Are restaurants to blame for so many reported deaths of patrons with food allergies? This is a question that continues to draw attention in the news today. We did some digging to find the facts and along with our knowledge and experience in the food service industry share our opinion on this subject.
Nearly half of reported fatal food allergy reactions over a 13-year period were caused by food from a restaurant or other food service establishment. (1)
Centers for Disease Control and Prevention’s Disturbing Report
The CDC (Centers for Disease Control and Prevention) Environmental Health Specialists Network conducted an interview with restaurants. They found that most of the 278 restaurants they interviewed did not follow practices that minimize cross-contact or accidental ingestion of food allergens.
The restaurants interviewed were in California, New York, including New York City, Minnesota, Rhode Island, and Tennessee. Managers of these restaurants reported this disturbing information about their own restaurants:
- 78% have no dedicated set of utensils or equipment in restaurant for preparing allergen-free meals.
- 92.4% reported having no special area in the kitchen for preparing allergen-free food.
- Only 10.3% have a special fryer designated for cooking allergen-free food.
- Only 7.2% have a special pick-up area for customers with food allergies.
- Less than half of the surveyed restaurants do not provide food allergy training for their staffs, and the training provided often does not cover important information such as what to do if a customer has an allergic reaction (e.g., difficulty breathing). Food Allergy Research & Education (FARE) guidance stresses the importance of staff members responding appropriately to allergic reactions. (2)
Brace Yourself for These Startling Report Findings
- First, because the interview responses were self-reported, they are subject to social desirability bias, which might have resulted in over reporting of appropriate practices.
- Second, because interviewed food workers and servers were selected by managers, and not at random, their responses might not represent the experiences or practices of all food workers and servers.
- Third, because the data were collected from English-speaking staff members only, they might not reflect practices in restaurants where no one speaks English.
- Finally, the low response rate (32.6%) might have resulted in an overrepresentation of restaurants with better food allergy practices. (3)
Are Chefs to Blame?
It’s shocking how many food service professionals do not know the difference between cross-contamination and cross-contact.
Last week we talked to a group of chefs and servers who had no idea what cross-contact was. Most chefs only get training on cross-contamination. For this reason, are the chefs to blame?
Moreover, what is this cross-contact and how does it differ from cross-contamination?
Cross-contact is the transference of proteins. This occurs when an allergen is inadvertently transferred from a food containing an allergen to a food that does not contain the allergen.
The truth is, cooking does not reduce or eliminate the chances of a person with a food allergy having a reaction to the food eaten. This can happen when utensils, pots, pans, or hands are not properly washed and sanitized between food preparations.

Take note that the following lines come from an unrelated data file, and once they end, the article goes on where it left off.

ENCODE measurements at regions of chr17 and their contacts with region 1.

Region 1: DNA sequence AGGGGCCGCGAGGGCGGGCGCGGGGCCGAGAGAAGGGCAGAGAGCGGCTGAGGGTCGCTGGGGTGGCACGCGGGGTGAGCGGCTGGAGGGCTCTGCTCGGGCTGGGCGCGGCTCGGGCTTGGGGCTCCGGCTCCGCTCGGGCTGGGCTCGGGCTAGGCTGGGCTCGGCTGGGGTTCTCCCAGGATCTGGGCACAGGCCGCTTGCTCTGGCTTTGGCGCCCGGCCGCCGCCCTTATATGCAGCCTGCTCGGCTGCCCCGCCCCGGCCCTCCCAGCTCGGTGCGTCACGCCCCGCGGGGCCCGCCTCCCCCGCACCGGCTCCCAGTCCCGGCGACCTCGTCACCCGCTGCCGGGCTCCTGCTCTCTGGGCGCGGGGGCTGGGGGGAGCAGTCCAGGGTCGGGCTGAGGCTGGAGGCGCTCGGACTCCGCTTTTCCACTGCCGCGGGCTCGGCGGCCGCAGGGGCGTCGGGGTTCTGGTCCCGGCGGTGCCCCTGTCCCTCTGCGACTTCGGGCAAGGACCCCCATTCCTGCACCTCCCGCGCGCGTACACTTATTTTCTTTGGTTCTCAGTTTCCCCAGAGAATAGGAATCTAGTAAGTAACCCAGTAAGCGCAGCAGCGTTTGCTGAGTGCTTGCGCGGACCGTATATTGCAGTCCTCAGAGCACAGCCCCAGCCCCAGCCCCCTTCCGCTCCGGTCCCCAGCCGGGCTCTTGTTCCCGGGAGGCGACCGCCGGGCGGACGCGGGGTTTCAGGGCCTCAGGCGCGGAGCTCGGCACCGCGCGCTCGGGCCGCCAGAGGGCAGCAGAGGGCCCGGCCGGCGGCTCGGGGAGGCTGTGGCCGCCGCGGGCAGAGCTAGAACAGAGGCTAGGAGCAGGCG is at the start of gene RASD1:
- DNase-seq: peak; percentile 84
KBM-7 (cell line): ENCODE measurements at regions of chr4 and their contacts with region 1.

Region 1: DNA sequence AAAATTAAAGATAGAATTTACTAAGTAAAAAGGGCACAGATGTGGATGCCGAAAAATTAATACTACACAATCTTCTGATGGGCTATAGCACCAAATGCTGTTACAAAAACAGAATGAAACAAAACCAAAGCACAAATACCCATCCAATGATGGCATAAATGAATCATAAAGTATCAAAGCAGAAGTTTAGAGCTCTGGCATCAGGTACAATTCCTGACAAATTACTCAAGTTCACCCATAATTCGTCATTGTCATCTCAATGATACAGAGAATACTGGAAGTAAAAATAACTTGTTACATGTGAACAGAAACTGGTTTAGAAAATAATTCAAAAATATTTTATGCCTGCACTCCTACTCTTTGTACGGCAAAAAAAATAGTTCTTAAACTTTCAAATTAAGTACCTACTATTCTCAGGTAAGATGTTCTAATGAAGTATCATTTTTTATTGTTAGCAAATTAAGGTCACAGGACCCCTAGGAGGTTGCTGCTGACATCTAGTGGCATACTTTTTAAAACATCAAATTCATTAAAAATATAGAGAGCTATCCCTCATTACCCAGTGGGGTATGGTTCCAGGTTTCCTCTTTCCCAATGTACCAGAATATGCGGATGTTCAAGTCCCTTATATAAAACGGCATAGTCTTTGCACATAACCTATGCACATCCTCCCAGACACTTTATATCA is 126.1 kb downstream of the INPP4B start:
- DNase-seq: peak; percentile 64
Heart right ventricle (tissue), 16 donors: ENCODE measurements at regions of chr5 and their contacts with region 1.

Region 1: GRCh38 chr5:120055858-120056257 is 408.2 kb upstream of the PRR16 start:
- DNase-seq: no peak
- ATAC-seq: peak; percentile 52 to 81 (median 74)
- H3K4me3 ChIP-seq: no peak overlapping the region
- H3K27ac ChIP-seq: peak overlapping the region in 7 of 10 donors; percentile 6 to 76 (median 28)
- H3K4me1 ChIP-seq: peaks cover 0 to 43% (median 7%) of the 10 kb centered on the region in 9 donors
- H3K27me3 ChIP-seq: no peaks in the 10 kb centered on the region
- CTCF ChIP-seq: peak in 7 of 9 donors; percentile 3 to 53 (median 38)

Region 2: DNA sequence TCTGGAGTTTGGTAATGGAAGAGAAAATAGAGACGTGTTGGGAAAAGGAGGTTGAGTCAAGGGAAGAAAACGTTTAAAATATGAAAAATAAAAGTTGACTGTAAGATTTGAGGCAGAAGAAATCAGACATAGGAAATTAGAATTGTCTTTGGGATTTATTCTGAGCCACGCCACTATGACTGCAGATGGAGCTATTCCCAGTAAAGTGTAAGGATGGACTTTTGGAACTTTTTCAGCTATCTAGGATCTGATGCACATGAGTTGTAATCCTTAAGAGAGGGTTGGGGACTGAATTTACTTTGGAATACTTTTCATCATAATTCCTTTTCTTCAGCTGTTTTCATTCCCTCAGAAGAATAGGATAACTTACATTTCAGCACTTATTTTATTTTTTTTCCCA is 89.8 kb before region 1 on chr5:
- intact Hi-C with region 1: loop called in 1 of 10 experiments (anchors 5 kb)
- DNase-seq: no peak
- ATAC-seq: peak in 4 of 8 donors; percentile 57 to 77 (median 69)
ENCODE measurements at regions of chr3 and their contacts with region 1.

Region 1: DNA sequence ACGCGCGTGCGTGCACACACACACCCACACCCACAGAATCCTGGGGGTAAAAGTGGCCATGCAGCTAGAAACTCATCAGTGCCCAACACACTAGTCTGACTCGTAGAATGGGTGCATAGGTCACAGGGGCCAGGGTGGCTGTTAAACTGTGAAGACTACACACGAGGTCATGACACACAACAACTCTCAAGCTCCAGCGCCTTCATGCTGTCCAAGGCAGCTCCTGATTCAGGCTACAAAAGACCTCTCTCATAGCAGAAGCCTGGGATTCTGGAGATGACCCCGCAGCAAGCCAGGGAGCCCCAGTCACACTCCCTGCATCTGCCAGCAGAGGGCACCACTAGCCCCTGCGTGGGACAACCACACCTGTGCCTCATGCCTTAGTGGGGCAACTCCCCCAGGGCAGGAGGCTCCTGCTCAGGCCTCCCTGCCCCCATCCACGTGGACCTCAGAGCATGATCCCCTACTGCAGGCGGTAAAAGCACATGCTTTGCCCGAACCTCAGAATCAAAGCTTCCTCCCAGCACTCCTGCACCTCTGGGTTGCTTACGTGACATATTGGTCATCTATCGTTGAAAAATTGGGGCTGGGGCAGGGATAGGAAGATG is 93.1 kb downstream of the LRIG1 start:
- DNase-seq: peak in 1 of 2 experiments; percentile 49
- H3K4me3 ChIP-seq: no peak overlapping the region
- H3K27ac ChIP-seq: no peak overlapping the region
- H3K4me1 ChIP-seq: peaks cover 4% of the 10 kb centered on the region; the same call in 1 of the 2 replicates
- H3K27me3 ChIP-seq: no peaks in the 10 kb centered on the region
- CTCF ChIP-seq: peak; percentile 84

In the example above, cross-contact is likely to occur. The knife with peanut butter and the shrimp are both major allergens on the same cutting board with ready to eat food.
Cross-contamination is the transference of bacteria and is a common factor in the cause of foodborne illness. Microorganisms such as bacteria and viruses from different sources can contaminate foods during preparation and storage.
However, proper cooking of the contaminated food in most cases will reduce or eliminate the chances of a foodborne illness. (4)
In this example, chemicals from the spray bottle and raw chicken are contaminants for the ready to eat lettuce.
Katelyn’s Heartbreaking Story
A 13-year old Chicago girl suffered a fatal anaphylactic reaction after eating Chinese food at a school Christmas party. The food was supposed to be safe.
Katelyn Carlson, who was allergic to peanuts, was rushed to the hospital in the early afternoon, but died a few hours later. An autopsy confirmed that her death was caused by anaphylaxis, the serious and swift-progressing form of allergic reaction.
The teacher had checked several times with the restaurant to make sure that the food being prepared would be safe. What happened? The food was tested by the medical examiner’s office and the University of Nebraska. Horribly, the results showed that the food was “heavily contaminated with peanut products and that this was the tragic cause of this child’s death.”
“Katelyn’s death is tragic and devastating to her parents and her classmates – and frankly to all of us who are at risk of anaphylaxis, or have a child at risk,” says Gwen Smith, editor of Allergic Living magazine. Gwen says that Chinese cuisine, except if made at home or by a chef highly trained on allergy management, is too dangerous a choice for those at risk of anaphylaxis due to peanut, nut, sesame or shellfish allergies. These are staples in the cuisine, so the risks of cross-contact or mistakes in such a restaurant kitchen are always high.
Gwen urgently reminds people with allergies to take extra care when they are eating foods prepared by others and to always use an auto-injector (EpiPen) at the first sign of a serious reaction. In too many of the fatalities, epinephrine is used late or not at all. In case of doubt, please use your auto-injector. (5)